2. In what sense has Superman suffered a "tragedy"? Fake-Krypton (and his son) haven't been destroyed, because they were never real.
I don't know that he suffered a tragedy. But I can see the frustration and anger.

Can you imagine if you're given a perfect Maxie Zeus-centric Nirvana? It doesn't have to be real. You only have to believe it is. And then to wrench yourself from it. (Remember, he did not just walk away, but explained to a delusion he cared so deeply about, that it broke his heart.) I'd be a trifle miffed, myself.

And it wasn't just that he's upset that Mom came and woke him from a good dream to go to school. Mongul had every intention of destroying Earth. That was his reason for putting Supes out of the picture. I see that as something that warrants a reaction.
 

GohanWinner

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guinaevere said:
I've been thinking of this scene, as at first, it creeped me out. (I have trouble with kids relishing violence. It's a bit too unnatural and too much of a red flag, not to be addressed, when observed in children.) But as I contemplated the issue of young Bruce seeing his Dad spring to action, it began to feel, not worrisome, but completely justifiable.

First, the young Bruce witnessing his Father beat the villian, is not a young, innocent child, but rather, an old, jaded, and very tired man. One who lost his parents, and consequently has taken on the burdon of defending the innocent, without them ever able to even thank him for the covert selfless acts he abuses himself to commit. So we have this worn man seeing not through childlike eyes, but through the eyes and body of a child, his father taking on the role that he ought to have been able to; of protecting his family competently and judiciously.

For one who was robbed of this very necessary paternal component, the smile and zeal with which he watches, is understandable. Consider the circumstances of the Black Mercy induced dream state, it would have been abnormal for this scene not to play out for a prolonged duration.
I never actually thought of it that way, but, yeah, that sounds completely right.

And I apologise for the quote being four times the size of my actual post.
 

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GohanWinner said:
… The way the Black Mercy seemed to me was that it creates a whole new life for you in a short amount of time. Or something to that effect. It seemed Kal-el had lived that entire life, and grown attached to his life there.
"It's a dream, Jim., but not as we know it" :) Our dreams tend to be very non-linear and highly illogical, and no matter how bizarre they are, they make perfect sense to us in the dream state. Superman's experience is something entirely different.

Like you said, Superman could have felt like he had lived his entire life on Krypton. Although there isn't really anything concrete in the episode to suggest that, it's pretty clear that Superman's dream is not the kind of experience we humans have when we sleep, or even the kind Superman would normally have.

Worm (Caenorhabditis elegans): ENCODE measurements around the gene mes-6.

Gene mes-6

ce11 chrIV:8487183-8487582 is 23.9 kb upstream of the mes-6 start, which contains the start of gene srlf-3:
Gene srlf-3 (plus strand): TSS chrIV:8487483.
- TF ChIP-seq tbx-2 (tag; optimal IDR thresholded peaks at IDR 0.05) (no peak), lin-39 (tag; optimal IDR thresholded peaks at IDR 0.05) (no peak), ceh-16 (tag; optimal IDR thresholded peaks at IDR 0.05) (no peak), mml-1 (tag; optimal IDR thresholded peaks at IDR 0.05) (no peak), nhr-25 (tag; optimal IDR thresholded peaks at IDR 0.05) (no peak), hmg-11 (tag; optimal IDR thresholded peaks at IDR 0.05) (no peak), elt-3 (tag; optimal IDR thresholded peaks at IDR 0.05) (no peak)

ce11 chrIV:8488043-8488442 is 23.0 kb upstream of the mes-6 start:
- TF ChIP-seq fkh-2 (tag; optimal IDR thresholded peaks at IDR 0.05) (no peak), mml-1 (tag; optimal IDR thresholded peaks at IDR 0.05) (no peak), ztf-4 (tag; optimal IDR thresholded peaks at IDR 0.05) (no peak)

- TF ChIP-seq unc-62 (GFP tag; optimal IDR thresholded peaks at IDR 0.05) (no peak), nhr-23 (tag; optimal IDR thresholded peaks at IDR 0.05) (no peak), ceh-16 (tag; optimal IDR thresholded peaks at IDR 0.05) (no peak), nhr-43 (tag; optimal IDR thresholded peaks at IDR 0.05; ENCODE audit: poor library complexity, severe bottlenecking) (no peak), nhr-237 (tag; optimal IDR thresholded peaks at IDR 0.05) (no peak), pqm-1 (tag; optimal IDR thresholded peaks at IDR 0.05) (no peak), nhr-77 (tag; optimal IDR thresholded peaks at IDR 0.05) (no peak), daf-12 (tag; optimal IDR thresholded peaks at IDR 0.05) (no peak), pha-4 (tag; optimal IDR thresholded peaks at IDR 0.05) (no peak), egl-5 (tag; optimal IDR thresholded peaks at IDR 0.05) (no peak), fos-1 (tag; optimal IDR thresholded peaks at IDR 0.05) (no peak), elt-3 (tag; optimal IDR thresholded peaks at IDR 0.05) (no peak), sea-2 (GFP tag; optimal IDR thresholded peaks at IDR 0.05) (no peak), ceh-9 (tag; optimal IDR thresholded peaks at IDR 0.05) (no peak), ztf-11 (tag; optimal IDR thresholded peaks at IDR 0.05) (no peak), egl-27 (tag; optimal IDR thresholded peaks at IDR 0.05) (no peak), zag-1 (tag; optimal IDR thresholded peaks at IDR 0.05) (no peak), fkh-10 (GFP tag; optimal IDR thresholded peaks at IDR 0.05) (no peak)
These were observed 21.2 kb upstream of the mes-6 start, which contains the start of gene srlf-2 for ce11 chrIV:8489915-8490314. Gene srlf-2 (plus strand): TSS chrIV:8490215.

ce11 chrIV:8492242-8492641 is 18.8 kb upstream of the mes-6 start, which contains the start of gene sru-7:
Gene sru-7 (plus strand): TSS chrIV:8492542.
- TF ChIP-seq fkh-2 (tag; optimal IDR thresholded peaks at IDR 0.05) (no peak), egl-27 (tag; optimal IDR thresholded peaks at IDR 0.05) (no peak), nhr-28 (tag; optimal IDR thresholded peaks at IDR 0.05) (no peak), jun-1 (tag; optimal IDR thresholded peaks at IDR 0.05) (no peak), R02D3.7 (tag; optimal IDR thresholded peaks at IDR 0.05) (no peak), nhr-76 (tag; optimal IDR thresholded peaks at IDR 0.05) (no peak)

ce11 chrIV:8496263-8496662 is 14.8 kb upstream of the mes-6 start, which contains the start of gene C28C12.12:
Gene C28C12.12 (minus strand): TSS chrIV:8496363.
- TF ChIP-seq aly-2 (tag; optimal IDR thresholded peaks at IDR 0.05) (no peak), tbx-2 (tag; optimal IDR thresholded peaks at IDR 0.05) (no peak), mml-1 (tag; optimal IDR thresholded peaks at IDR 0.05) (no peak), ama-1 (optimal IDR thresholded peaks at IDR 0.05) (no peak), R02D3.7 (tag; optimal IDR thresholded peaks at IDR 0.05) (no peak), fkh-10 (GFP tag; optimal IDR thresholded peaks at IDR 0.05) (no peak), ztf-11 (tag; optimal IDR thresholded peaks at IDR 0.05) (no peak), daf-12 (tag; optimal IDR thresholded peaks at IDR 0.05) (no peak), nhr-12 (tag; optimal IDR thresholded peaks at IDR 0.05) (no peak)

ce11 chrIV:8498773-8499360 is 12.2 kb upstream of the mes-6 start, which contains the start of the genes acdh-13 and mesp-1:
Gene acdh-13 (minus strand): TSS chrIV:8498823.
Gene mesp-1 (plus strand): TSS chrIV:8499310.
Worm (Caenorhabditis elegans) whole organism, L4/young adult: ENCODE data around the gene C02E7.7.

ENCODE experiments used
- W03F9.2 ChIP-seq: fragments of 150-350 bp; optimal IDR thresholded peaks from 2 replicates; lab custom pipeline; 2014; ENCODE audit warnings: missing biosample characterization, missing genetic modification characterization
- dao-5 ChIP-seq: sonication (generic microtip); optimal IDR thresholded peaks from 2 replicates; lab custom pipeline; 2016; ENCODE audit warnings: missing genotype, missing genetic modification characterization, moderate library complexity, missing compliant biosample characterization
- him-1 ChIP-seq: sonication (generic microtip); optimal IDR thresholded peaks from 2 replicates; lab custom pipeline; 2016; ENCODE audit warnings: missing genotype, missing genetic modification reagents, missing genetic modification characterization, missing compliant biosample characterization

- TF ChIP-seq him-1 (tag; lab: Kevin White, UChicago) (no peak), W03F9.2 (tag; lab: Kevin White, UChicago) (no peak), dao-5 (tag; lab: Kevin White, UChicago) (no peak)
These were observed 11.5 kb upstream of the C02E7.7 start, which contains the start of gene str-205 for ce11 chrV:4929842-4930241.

Mongul actually says the plant reads a persons inner most desires and creates a totally convincing simulation, and goes on to say it's far deeper than any dream, so it's not really up to the viewer to compare Superman's experience to a good dream and make a judgement on how he felt about his loss. Superman has undoubtedly had dreams about living the good life on Krypton before, but this was something else, and his reaction, when he wakes up, tells the viewer how profoundly it affected him.
 

Maxie Zeus

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b.t. in two different posts said:
hey, and maxie: as usual, you make valid points, but i'd have to say it all sounds kinda dry and academic....you exhaustively state why "ptd" should THEORETICALLY be the more successful story, but i always follow my gut (sometimes to my peril, admittedly)....

i'm sorry, but anyone who thinks that it's remotely in "ftmwhe"'s class must not have seen it in awhile, must be reacting to their memory of it...i found it to be clumsy and heavy-handed every step of the way....the dialogue is painfully "on the nose", the animation's REALLY pretty bad, even the score seemed to be oddly inappropriate throughout....kevin's performance IS good, but i honestly think he's done better....i will say that roddy's performance is SPECTACULAR, even better than i'd remembered....but everything else, i dunno....

on a purely "craft" execution level -- direction, storyboards, animation, color design, etc -- "ftmwhe" clearly blazes brighter....also, i agree with those who say clark's fantasy family FEELS more "real" than the somewhat stock waynes, so, points for that....

and, finally, KICK-ASS fight scenes! ya gotta admit, no contest there....

(and no wicked invisible jet in "ptd", neither :D...)

After the above post, I do owe you a post in the Talkback explaining why FtMWHE is such a terrific story. For the moment, I'll just say: You can tell that JLU is impressing the hell out of me, because I'm unsheathing my critical claws. :evil: